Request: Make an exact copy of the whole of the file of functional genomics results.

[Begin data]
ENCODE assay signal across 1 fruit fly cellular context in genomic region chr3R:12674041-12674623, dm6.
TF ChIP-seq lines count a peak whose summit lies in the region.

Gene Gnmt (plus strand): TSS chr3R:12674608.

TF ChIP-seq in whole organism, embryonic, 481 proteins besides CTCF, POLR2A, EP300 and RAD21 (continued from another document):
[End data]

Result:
ENCODE assay signal across 1 fruit fly cellular context in genomic region chr3R:12674041-12674623, dm6.
TF ChIP-seq lines count a peak whose summit lies in the region.

Gene Gnmt (plus strand): TSS chr3R:12674608.

TF ChIP-seq in whole organism, embryonic, 481 proteins besides CTCF, POLR2A, EP300 and RAD21 (continued from another document):